July 12, 2019
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Eight wedding showers in a month! Six hundred guests scheduled to be at the wedding where 14 bridesmaids and 14 groomsmen would attend the bride and groom. Four days before the wedding, the bride went missing after she went out for a jog. The American news channels were dominated by the all-out search and the investigation into the case of the vanishing bride, and then we learned what happened. The bride turned up in Albuquerque, New Mexico, claiming she had been kidnapped - a story which she later changed to tell the real story of what happened. She said that the stress leading up to her wedding had given her cold feet, and she just kept running with those cold feet. In retrospect, I'm sure folks must be saying, "Girl, why didn't you just tell someone what you were feeling?" Instead she ran from her family, her community, her wedding, and even from the truth. Tens of thousands of dollars and countless man-hours were spent looking for her. Now she faced the additional stress of negative national notoriety and even the possibility of legal or financial penalties. Pretty simple here: running solved nothing. It never does.
I'm Ron Hutchcraft and I want to have A Word With You today about "The High Price Of Running."
The flight of the runaway bride is a powerful lesson for all of us, actually. When you run from a problem, you only run into bigger problems. Just ask Jonah. He's someone to be thinking about if your tendency is to run away from the pain or from the pressure. God may be wanting you to consider the high price that God's prophet Jonah paid for running, so you can avoid the same mistakes and avoid the same pain.
Our word for today from the Word of God begins with Jonah 1:3. God has told Jonah where He wanted Him to go and minister but "Jonah ran away from the Lord" on a ship headed the opposite direction. It goes on to say, "Then the Lord sent a great wind on the sea, and such a violent storm arose that the ship threatened to break up. All the sailors were afraid and each cried out to his own god." Finally, Jonah "fesses up" to his running from what God wanted and he realized that he was to blame for what was happening to the innocent crew. He asks them to throw him overboard because as he said, "I know that it is my fault that this great storm has come upon you."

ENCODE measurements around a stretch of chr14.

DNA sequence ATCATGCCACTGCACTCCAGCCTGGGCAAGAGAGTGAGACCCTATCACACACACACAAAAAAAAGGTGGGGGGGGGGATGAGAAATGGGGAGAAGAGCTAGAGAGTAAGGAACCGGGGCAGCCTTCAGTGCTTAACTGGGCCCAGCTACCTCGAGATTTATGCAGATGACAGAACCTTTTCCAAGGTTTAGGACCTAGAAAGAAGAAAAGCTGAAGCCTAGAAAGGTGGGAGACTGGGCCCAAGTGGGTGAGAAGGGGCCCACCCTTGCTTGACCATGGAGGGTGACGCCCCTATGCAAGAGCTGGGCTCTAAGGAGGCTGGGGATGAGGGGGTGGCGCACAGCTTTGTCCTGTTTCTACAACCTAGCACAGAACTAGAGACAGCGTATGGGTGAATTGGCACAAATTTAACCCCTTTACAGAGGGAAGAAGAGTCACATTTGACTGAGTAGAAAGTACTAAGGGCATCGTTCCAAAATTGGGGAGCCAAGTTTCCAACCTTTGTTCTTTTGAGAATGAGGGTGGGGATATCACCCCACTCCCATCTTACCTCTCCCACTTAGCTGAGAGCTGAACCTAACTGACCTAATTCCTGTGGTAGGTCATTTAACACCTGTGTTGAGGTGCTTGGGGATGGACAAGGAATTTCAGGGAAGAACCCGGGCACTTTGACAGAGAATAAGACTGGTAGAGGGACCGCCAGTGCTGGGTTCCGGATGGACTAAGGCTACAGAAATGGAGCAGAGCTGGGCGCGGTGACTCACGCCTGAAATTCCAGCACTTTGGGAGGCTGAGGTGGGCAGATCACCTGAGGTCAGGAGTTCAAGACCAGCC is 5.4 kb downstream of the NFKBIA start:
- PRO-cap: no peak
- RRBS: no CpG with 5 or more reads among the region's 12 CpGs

Finally, in the belly of the great fish that God sent to swallow and ultimately save His prophet, Jonah says, "When my life was ebbing away, I remembered You, Lord, and my prayer rose to You." So Jonah finally faces his responsibilities. He faces his rebellion, and the rest of the story is about how, as the Bible says, "the word of the Lord came to Jonah a second time." Aren't you glad we serve the God of second chances?
If you tend to be a Jonah - running from things instead of dealing with them - consider the incredibly high cost. First, you hurt the people you love. Second, like a runaway bride or a runaway prophet, your running stirs up consequences you had never dreamed of. Thirdly, you end up where you never dreamed, in a situation far worse than the one you were running from. And your running has given you no more answers, just more problems.
The God who loves you has come to you today to say, "It's time for you to face what you've been fleeing. Facing it and fixing it may be painful - but nowhere near as painful as leaving it broken." Jesus said, "You will know the truth and the truth will set you free" (John 8:32). If you continue to flee, you'll never be free. Let out what you've been holding in, acknowledge what you've been denying, and be man or woman enough to say what Jonah said, "I know it is my fault."
Your big, big God with His big, big love for you has promised to go with you to face whatever you've been running from. You may not be able to handle it, but oh, He can. You just can't afford to keep running. It costs too much.